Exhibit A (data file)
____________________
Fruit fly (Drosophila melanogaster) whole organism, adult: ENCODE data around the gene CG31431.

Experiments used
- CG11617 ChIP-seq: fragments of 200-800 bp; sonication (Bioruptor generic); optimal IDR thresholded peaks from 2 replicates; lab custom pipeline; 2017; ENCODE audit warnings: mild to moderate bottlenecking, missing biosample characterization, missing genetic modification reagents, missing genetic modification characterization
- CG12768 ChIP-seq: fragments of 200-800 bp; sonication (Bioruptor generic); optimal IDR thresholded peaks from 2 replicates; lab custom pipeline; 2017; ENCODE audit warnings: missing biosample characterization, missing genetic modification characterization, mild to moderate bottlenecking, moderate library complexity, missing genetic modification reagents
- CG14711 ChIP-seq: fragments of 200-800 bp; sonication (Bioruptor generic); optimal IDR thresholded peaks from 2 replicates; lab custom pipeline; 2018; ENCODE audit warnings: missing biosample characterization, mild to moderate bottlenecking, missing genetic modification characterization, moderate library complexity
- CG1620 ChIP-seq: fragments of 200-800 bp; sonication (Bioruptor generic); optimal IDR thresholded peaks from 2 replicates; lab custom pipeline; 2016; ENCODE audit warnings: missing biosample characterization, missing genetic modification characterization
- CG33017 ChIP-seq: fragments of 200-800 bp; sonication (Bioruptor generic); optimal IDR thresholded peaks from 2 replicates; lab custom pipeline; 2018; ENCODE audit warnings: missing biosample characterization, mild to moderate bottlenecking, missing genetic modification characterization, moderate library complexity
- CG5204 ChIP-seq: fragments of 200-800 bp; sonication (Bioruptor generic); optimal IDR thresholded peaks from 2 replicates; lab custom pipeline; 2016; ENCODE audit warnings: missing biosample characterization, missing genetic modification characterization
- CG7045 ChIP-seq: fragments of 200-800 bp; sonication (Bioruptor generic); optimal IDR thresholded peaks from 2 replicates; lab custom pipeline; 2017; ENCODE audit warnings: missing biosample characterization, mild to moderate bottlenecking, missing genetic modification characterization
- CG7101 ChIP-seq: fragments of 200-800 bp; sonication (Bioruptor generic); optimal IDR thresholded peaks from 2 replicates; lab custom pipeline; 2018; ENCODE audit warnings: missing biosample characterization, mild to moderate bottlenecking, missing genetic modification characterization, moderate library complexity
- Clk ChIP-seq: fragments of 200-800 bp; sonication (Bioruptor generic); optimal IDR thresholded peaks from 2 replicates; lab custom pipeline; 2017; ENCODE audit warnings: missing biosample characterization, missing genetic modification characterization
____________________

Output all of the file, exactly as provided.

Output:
Fruit fly (Drosophila melanogaster) whole organism, adult: ENCODE data around the gene CG31431.

Experiments used
- CG11617 ChIP-seq: fragments of 200-800 bp; sonication (Bioruptor generic); optimal IDR thresholded peaks from 2 replicates; lab custom pipeline; 2017; ENCODE audit warnings: mild to moderate bottlenecking, missing biosample characterization, missing genetic modification reagents, missing genetic modification characterization
- CG12768 ChIP-seq: fragments of 200-800 bp; sonication (Bioruptor generic); optimal IDR thresholded peaks from 2 replicates; lab custom pipeline; 2017; ENCODE audit warnings: missing biosample characterization, missing genetic modification characterization, mild to moderate bottlenecking, moderate library complexity, missing genetic modification reagents
- CG14711 ChIP-seq: fragments of 200-800 bp; sonication (Bioruptor generic); optimal IDR thresholded peaks from 2 replicates; lab custom pipeline; 2018; ENCODE audit warnings: missing biosample characterization, mild to moderate bottlenecking, missing genetic modification characterization, moderate library complexity
- CG1620 ChIP-seq: fragments of 200-800 bp; sonication (Bioruptor generic); optimal IDR thresholded peaks from 2 replicates; lab custom pipeline; 2016; ENCODE audit warnings: missing biosample characterization, missing genetic modification characterization
- CG33017 ChIP-seq: fragments of 200-800 bp; sonication (Bioruptor generic); optimal IDR thresholded peaks from 2 replicates; lab custom pipeline; 2018; ENCODE audit warnings: missing biosample characterization, mild to moderate bottlenecking, missing genetic modification characterization, moderate library complexity
- CG5204 ChIP-seq: fragments of 200-800 bp; sonication (Bioruptor generic); optimal IDR thresholded peaks from 2 replicates; lab custom pipeline; 2016; ENCODE audit warnings: missing biosample characterization, missing genetic modification characterization
- CG7045 ChIP-seq: fragments of 200-800 bp; sonication (Bioruptor generic); optimal IDR thresholded peaks from 2 replicates; lab custom pipeline; 2017; ENCODE audit warnings: missing biosample characterization, mild to moderate bottlenecking, missing genetic modification characterization
- CG7101 ChIP-seq: fragments of 200-800 bp; sonication (Bioruptor generic); optimal IDR thresholded peaks from 2 replicates; lab custom pipeline; 2018; ENCODE audit warnings: missing biosample characterization, mild to moderate bottlenecking, missing genetic modification characterization, moderate library complexity
- Clk ChIP-seq: fragments of 200-800 bp; sonication (Bioruptor generic); optimal IDR thresholded peaks from 2 replicates; lab custom pipeline; 2017; ENCODE audit warnings: missing biosample characterization, missing genetic modification characterization